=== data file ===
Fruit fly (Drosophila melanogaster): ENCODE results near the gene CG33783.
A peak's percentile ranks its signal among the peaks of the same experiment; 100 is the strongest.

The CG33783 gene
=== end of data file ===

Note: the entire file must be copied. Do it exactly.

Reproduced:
Fruit fly (Drosophila melanogaster): ENCODE results near the gene CG33783.
A peak's percentile ranks its signal among the peaks of the same experiment; 100 is the strongest.

The CG33783 gene